Known to the rest of the world as a reality TV star in the Hamptons, Zach Erdem is a local restaurant owner and a neighbor, someone you definitely want to know. As the owner of 75 Main and Blue Mar in Southampton Village, he treats his staff like his family and views staying open in the Winter as a non-negotiable.
Walking through the construction and directing builders as we went, Zach beamed like a proud parent as he explained the renovations and updates coming to the restaurant, slated for reopening in March. “This is the first time 75 Main has closed since I bought it,” Zach says with a note of pride. “People keep calling me asking if something is wrong – don’t worry! We will be right back and better than ever! For now, come see us at Blue Mar!”
That community love and appreciation are essential to Zach, and he returns to this idea—that restaurants create community—frequently over our conversation. Zach is easy to talk to with a warm smile and is never slow to offer you hospitality. Speaking over drinks at Blue Mar (espresso for Zach, Corona for me), we instantly connected on working as a dishwasher.
“I live upstairs [above 75 Main], and there are 9 other rooms for staff members. The staff is my family, and this restaurant is my home. Of course, we stay open all year because people need to work and they rely on me. They need to work, so we make it work. You can’t be greedy; you have to share with people.” This almost paternal appreciation for the people who work for him is a rarity in many ways.
Clearly, Zach has a long history in restaurants. I was surprised that Zach was a dishwasher at 75 Main before he purchased the restaurant in 2010. Before moving to 75 Main, he was a dishwasher at Blue Mar, a restaurant he also owns.
The little things matter to Zach, and he works hard to inspire action from his team. “Attitude is everything; you have to be all in.” Proudly, Zach adds that he has had the same team since he started. “When I look for new team members, especially for the show, I’m all about energy. I’ve never said, ‘that’s not my job,’ and that’s what I expect from my team.”
Hearing Zach speak about leadership and management, he reveals humility and kindness that his reality show, Serving the Hamptons, often overlooks. Sure, you can see his mischievous, made-for-TV smile, but there is also a sincerity that shines face-to-face.
Generosity, responsibility, understanding—I was struck by how effortlessly Zach modeled these leadership qualities.“It makes me happy, so why change it,” Zach says about his work and life philosophy—the kind of boss you want. “We’re open all year because I can’t think about putting people out of work. When you’re making money, you must make room for your people.”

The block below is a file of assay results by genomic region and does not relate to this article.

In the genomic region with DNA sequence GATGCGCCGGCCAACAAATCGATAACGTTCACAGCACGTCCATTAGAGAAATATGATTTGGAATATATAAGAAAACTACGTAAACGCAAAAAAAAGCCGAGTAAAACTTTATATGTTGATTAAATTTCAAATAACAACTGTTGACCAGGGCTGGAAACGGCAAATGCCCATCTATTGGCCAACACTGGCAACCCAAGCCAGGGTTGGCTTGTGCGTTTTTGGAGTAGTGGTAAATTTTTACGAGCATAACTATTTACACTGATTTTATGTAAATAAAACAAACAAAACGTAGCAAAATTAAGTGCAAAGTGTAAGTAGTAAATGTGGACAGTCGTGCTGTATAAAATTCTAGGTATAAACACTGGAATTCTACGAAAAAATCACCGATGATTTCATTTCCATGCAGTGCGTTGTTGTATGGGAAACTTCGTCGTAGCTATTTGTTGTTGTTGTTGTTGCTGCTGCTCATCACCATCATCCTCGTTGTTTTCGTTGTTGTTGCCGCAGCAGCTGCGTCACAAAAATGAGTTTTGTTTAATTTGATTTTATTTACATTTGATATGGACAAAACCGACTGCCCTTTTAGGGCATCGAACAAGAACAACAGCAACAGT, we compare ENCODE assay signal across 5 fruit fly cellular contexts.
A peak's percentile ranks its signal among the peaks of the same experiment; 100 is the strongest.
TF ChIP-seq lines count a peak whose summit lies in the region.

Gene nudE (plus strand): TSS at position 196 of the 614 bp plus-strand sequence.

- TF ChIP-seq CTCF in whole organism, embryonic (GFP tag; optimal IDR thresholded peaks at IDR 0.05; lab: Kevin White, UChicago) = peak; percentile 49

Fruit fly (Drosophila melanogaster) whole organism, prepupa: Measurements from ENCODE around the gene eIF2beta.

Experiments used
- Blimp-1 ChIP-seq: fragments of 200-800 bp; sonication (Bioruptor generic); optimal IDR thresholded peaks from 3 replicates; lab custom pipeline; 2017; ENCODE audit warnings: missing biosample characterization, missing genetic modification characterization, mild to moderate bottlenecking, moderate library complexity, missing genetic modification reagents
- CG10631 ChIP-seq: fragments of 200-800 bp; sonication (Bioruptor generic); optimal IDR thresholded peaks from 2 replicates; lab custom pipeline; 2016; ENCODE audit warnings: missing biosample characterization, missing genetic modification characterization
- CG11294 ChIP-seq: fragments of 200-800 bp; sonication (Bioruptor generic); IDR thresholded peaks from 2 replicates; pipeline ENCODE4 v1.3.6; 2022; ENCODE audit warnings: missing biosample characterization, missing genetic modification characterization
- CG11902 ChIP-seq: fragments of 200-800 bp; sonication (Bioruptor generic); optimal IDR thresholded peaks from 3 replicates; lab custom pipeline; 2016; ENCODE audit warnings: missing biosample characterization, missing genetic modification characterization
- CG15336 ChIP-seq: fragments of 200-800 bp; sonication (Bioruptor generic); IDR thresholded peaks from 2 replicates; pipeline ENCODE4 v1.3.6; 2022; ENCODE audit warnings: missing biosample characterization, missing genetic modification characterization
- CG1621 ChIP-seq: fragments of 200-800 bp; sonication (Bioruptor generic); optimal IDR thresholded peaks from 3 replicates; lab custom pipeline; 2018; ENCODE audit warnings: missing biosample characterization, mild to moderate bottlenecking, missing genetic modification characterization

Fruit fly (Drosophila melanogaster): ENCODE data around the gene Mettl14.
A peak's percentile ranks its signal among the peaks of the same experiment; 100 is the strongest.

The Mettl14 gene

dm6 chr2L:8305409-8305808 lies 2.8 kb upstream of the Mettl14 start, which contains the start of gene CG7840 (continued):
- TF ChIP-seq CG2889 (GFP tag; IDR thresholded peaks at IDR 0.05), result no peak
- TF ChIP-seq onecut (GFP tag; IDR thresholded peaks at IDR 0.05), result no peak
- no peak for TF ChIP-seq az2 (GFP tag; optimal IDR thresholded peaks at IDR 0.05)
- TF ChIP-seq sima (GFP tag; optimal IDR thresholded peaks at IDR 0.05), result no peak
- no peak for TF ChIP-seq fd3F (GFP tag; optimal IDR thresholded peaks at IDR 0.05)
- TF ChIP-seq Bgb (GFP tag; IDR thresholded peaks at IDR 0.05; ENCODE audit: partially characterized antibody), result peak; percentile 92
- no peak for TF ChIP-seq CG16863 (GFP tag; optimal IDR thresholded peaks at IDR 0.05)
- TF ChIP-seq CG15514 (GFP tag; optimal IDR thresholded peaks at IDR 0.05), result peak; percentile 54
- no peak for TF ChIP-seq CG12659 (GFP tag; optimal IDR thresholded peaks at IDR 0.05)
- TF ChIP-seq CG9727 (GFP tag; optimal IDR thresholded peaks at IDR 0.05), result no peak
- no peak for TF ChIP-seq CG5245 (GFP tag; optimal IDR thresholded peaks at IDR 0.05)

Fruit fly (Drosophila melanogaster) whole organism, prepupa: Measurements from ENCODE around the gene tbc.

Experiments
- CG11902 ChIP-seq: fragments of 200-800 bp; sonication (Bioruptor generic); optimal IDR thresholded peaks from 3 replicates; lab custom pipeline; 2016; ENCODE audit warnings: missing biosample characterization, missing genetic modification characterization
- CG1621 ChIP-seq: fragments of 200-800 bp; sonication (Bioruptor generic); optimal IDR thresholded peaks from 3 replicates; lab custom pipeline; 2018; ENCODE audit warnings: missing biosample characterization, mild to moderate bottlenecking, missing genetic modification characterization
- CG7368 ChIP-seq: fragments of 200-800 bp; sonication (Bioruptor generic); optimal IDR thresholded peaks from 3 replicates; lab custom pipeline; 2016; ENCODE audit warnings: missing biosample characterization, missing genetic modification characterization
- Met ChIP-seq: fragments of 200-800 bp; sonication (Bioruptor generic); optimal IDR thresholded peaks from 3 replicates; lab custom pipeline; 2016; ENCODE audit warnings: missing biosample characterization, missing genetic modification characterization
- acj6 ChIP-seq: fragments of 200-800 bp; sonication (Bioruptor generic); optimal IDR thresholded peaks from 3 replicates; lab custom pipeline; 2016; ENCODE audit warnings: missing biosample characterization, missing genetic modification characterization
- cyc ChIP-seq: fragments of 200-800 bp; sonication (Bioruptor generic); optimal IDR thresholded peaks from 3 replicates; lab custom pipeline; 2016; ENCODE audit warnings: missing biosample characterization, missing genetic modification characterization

Remaining open year-round isn’t just wishful thinking or generosity, it’s hard work and effort. “We are always looking for ways to get people in the door – our menu is spectacular and keeps people coming back, so why close down in the Winter? We hit it as hard in the summer to stay open year-round. Feeding people is my favorite thing.”
After moving from rural Turkey to Istanbul at 18 and New York City at 21, Zach knows a thing or two about hard work. Asked what it takes to make it as a restauranteur in the Hamptons, Zach replied, “Effort, imagination, and a sense of duty to your people. Many people want to be here but aren’t willing to try hard enough. You have to imagine something special and then never stop building it.”
75 Main has been around long enough that Zach remembers when Southampton College was open, and I wondered how the College impacted the restaurant. “I love this question! The College was fantastic for us – young people bring so much energy. Not just as guests but for our team. We miss the College so much!”
Still, without the college to bring in new hires, Zach doesn’t have to look far for new team members. While his core team has stayed the same over the years, Zach’s family-first approach to leadership is visible in how he builds his team. “There are local families that have been coming to 75 Main since we opened, and their kids are now in high school. It’s such an honor for me to be able to give kids their first jobs. This works so well for us because I know them before they start working for me.”
Staying relevant and in touch with people’s wants is challenging, but it starts with a great product. “Nobody else is doing what we are doing at 75 Main. Where else can you go for breakfast, lunch, dinner, and late at night? Young people want to dance, so we have a DJ who plays late into the night. Then, you get hungry after dancing, where do you go? Our kitchen is open; honestly, I love feeding people.”
The restaurant world has changed significantly since Zach started, but he has always stayed ahead of the curve. “Change is good when you are in charge of it,” Zach says with a wink. “These renovations are changing, the TV show is change, but that’s good. Same thing with health food, which is huge now. The restaurants that don’t adapt are the ones that aren’t here anymore.”